I just think what those guys (Alex Skolnik Trio) are doing is so undeniably GOOD and HIP that if a resurgence of swing/jazz ever did come around which it will ( because music is cyclical, even pop music I think) then we should be in for some innovative drumming hitting the mainstream again.

Just my two cents  ;D
Title: Where's the next big thing?
Post by: Tony on November 20, 2003, 07:48 AM
That is why I mentioned Danny Carey  with his music background I think he is just getting started..   If he can do other things other than TOOL and PLC maybe do some jazz I think he has a chance to show us something fresh.. IMHO, YMMV and all that BS.

And I don't hear Bill Bruford in his playing at all!

dw

First, I'm a huge Tool fan.  I seen them 2x and I think Danny Carey is easily my favorite drummer of the past 10 years.  But to say you can't hear Bruford in his playing ???  Even DC will admit to the huge influence BB has on him and that it is evident in his playing.
Title: Where's the next big thing?
Post by: smoggrocks on November 20, 2003, 01:42 PM



i haven't been playing drums long enough, and therefore don't feel like i even qualify to answer, but in recent years i've seen three guys that made me really stop and think about what playing drums is all about, and what is possible on our instrument. those three are gary husband, thomas lang and gary novack.

i saw gary husband play with alan holdsworth [crazy fusion gig] and in a fiery 'swing' setting. at first, i was almost troubled by his playing, coz i didn't quite "get it." not because he was musically whacking off, but because it seemed so DEEP. i just think he has an insanely passionate, profound and musical approach to the drums that floored me in a tony williams kind of way.

thomas lang knocked my socks off at a modern drummer festival. i'd never heard of him or seen him before, but his facility with multi-limbed use was really mind-bending. and it wasn't gratuitous stuff. the guy was genuinely musical and in touch with playing for the song. extremely well-rounded, powerful player. also a major-league babe.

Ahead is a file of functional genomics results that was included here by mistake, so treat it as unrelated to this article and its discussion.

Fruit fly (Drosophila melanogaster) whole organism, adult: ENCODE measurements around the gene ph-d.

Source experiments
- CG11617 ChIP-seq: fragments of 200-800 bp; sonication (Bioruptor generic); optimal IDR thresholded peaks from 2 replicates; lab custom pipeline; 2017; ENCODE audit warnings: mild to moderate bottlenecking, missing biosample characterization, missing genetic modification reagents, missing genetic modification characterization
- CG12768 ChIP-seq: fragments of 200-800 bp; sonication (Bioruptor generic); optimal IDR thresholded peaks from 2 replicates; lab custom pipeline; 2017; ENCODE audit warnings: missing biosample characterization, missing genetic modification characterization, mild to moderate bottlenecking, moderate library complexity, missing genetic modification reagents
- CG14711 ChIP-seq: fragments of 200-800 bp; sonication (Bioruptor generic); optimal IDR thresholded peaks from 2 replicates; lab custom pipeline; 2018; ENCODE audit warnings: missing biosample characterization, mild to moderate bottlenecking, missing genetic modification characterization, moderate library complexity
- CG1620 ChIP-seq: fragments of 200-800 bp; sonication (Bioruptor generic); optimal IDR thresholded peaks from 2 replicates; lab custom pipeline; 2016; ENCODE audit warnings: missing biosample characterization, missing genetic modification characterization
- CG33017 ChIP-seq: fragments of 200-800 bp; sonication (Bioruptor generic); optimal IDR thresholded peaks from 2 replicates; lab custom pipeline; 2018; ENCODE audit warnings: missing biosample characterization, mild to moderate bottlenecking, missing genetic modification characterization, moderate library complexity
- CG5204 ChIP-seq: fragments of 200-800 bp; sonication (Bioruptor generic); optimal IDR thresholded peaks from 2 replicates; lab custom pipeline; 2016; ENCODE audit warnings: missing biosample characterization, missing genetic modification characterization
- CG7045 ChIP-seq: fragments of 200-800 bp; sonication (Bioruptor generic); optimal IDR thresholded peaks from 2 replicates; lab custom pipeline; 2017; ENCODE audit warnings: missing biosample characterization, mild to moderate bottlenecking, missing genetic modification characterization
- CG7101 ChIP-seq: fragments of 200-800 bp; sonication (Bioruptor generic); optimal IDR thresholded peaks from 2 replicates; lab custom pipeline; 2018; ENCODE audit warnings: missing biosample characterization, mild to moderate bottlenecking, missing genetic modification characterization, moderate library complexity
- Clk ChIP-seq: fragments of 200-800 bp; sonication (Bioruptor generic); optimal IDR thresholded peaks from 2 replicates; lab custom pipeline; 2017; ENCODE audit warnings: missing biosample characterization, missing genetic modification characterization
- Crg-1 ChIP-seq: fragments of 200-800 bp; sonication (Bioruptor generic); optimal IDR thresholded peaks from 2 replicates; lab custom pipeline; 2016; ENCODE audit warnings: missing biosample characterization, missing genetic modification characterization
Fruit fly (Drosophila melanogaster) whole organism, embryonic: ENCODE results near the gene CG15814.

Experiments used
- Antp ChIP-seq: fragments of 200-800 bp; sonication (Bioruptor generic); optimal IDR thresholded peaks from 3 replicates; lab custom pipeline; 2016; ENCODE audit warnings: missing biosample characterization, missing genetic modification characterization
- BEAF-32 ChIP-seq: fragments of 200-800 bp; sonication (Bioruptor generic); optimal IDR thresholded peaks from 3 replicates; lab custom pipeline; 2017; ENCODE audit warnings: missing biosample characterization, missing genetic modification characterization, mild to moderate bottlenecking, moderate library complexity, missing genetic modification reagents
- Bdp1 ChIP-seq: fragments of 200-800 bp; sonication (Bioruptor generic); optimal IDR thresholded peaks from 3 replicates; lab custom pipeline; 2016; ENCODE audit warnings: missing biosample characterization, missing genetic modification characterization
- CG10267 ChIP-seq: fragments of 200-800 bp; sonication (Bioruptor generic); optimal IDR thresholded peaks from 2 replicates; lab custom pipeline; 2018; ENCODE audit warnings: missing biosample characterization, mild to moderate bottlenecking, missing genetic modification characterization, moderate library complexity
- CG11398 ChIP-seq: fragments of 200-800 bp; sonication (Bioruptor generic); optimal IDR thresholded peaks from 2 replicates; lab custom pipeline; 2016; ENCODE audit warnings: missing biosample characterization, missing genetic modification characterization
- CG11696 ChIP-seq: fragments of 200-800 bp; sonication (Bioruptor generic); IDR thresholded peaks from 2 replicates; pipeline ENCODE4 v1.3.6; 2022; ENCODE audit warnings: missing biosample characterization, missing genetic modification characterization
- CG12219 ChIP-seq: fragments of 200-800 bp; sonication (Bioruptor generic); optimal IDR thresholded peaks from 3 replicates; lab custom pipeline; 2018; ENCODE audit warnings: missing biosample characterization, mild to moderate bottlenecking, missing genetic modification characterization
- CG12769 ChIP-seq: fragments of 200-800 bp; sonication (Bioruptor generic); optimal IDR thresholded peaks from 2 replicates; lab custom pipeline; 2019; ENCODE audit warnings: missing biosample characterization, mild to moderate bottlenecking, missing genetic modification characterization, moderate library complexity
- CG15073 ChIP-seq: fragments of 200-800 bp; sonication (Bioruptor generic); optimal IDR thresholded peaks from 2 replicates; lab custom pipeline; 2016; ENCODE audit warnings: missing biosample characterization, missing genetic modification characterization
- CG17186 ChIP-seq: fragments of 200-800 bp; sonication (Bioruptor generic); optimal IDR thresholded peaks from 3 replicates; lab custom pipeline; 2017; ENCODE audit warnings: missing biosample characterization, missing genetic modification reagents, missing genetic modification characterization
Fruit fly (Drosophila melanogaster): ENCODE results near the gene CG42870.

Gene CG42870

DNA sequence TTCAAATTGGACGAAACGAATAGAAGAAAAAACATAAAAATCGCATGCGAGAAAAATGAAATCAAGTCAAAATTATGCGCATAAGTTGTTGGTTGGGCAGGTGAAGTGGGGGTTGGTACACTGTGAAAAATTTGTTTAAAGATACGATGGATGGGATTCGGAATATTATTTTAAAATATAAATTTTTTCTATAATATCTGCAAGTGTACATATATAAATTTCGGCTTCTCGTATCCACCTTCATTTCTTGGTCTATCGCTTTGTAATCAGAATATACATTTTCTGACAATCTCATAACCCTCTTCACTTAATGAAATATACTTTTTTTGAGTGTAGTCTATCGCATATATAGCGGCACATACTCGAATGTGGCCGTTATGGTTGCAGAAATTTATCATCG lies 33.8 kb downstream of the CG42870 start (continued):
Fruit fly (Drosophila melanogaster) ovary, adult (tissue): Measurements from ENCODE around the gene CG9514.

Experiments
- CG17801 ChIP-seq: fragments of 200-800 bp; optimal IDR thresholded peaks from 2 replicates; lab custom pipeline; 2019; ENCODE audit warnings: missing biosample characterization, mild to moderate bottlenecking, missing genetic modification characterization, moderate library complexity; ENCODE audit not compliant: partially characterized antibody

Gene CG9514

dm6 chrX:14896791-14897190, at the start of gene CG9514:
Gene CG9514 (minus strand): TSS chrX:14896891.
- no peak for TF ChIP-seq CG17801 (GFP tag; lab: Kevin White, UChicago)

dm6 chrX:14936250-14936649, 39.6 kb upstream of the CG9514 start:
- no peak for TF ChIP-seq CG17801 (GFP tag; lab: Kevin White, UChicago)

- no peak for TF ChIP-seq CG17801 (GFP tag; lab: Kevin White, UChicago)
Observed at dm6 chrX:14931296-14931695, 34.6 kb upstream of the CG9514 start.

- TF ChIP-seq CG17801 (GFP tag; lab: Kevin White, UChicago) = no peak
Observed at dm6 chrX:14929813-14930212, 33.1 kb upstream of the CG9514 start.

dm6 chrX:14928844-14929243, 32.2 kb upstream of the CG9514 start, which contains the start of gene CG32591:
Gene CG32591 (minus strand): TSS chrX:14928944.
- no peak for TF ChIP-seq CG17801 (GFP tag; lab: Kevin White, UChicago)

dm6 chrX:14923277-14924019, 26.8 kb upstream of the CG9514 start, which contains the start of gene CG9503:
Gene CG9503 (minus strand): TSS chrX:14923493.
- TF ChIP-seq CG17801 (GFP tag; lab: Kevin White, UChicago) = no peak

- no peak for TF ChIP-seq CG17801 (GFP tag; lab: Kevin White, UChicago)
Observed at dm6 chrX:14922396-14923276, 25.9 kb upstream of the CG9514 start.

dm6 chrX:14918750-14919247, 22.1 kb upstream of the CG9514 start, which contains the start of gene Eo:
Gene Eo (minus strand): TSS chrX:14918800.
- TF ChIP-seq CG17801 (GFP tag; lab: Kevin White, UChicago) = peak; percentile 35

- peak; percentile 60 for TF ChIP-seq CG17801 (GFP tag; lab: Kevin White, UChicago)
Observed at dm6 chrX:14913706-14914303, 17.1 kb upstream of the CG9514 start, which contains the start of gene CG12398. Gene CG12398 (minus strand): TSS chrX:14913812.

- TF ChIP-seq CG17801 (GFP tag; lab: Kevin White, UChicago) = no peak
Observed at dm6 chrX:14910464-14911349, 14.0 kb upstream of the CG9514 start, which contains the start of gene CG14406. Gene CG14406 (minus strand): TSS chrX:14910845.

gary novack blew me away when i heard some of the chick stuff he did. i think it's the combination of his drum sound and choice of fills [timing/sticking pattern/note groupings] that made me stop and take note. it's also so cool to see someone in touch with two very diverse musical forms [seeing as he does the alanis gig as well].


i should also mention tain watts, who i cherish immensely, even though i still can't understand what he does. he's just a friggin' animal. it's great to see and hear him play. john riley did a whole clinic on tain's use of metric modulation at a pasic clinic, and it brought a whole new dimension to my understanding of rhythm.



to me, just about any drummer i see brings something new and exciting to the picture, because i suck so bad. but the four aforementioned people made ME stand up and take note, and think 'if i ever got really good, i'd like to take something of what this guy did and do something with it.'



but that's just me. if these guys [with the exception of novack] never get a real hi-profile gig, the rest of the world may never take note of their achievements, which is a shame.

Title: Where's the next big thing?
Post by: ayottedrums on November 21, 2003, 06:09 PM
Well, wasn't Matt Cameron (Soundgarden, Wellwater Conspiracy, PJ) an influential drummer? He was part of a culture like grunge was. He is very interesting.

He has obvious influences of Bonham, the way he plays that fast bass drum pace. Pure Bonham.

BTW... Why doesnt Bonham get the recognition he deserves?? To me, one of the best ever.
Title: Where's the next big thing?
Post by: cavalier302 on November 21, 2003, 07:49 PM
About that whole drumset spinning thing that was mentioned a while back...Buddy Rich did it first with Jerry Lewis (I have a video clip on my computer from Kazaa of them playing together, it's pretty cool).
Title: Re:Where's the next big thing?
Post by: Chris Whitten on November 23, 2003, 12:23 PM
"I can tell you that 99.99% of people in the UK have never heard of Galactic for example."
Not sure why this is relevant... Hell, many of the names mentioned thus far are new to me... does that make these folks less influencial in the drumming community, as a whole?

It's relevant because Mr A's original post was about 'the next big thing'. The drummers he mentioned (Gadd, Cobham, Stewart Copeland, Manu Katche) trancended the cliquey drummer community and changed the face of rhythm tracks in rock/pop music in general.
As soon as their drumming hit the charts I was being told by record producers "this song needs a '50 ways to leave your lover' feel" or a 'Police' feel.